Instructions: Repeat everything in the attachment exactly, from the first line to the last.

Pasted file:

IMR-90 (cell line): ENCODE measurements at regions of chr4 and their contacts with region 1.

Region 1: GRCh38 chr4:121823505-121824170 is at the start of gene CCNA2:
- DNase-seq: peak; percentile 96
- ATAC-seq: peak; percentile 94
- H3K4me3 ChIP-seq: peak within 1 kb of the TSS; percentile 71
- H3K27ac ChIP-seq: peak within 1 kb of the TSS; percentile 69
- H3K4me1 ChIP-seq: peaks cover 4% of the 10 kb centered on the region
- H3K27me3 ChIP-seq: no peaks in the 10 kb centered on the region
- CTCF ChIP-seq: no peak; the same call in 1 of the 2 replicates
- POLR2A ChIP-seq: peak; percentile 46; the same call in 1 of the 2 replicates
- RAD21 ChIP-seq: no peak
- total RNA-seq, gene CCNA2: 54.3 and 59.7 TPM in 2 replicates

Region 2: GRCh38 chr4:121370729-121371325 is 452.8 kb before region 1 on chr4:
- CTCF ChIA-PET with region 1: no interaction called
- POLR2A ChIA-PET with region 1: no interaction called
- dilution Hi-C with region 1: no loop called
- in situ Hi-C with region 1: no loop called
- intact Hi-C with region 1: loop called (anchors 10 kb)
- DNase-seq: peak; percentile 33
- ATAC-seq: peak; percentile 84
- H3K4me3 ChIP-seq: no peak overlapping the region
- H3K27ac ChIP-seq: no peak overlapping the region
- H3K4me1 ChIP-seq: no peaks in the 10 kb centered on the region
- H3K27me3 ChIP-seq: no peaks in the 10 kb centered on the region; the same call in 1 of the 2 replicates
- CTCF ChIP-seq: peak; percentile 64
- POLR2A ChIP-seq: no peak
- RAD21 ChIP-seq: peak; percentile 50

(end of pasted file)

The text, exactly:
IMR-90 (cell line): ENCODE measurements at regions of chr4 and their contacts with region 1.

Region 1: GRCh38 chr4:121823505-121824170 is at the start of gene CCNA2:
- DNase-seq: peak; percentile 96
- ATAC-seq: peak; percentile 94
- H3K4me3 ChIP-seq: peak within 1 kb of the TSS; percentile 71
- H3K27ac ChIP-seq: peak within 1 kb of the TSS; percentile 69
- H3K4me1 ChIP-seq: peaks cover 4% of the 10 kb centered on the region
- H3K27me3 ChIP-seq: no peaks in the 10 kb centered on the region
- CTCF ChIP-seq: no peak; the same call in 1 of the 2 replicates
- POLR2A ChIP-seq: peak; percentile 46; the same call in 1 of the 2 replicates
- RAD21 ChIP-seq: no peak
- total RNA-seq, gene CCNA2: 54.3 and 59.7 TPM in 2 replicates

Region 2: GRCh38 chr4:121370729-121371325 is 452.8 kb before region 1 on chr4:
- CTCF ChIA-PET with region 1: no interaction called
- POLR2A ChIA-PET with region 1: no interaction called
- dilution Hi-C with region 1: no loop called
- in situ Hi-C with region 1: no loop called
- intact Hi-C with region 1: loop called (anchors 10 kb)
- DNase-seq: peak; percentile 33
- ATAC-seq: peak; percentile 84
- H3K4me3 ChIP-seq: no peak overlapping the region
- H3K27ac ChIP-seq: no peak overlapping the region
- H3K4me1 ChIP-seq: no peaks in the 10 kb centered on the region
- H3K27me3 ChIP-seq: no peaks in the 10 kb centered on the region; the same call in 1 of the 2 replicates
- CTCF ChIP-seq: peak; percentile 64
- POLR2A ChIP-seq: no peak
- RAD21 ChIP-seq: peak; percentile 50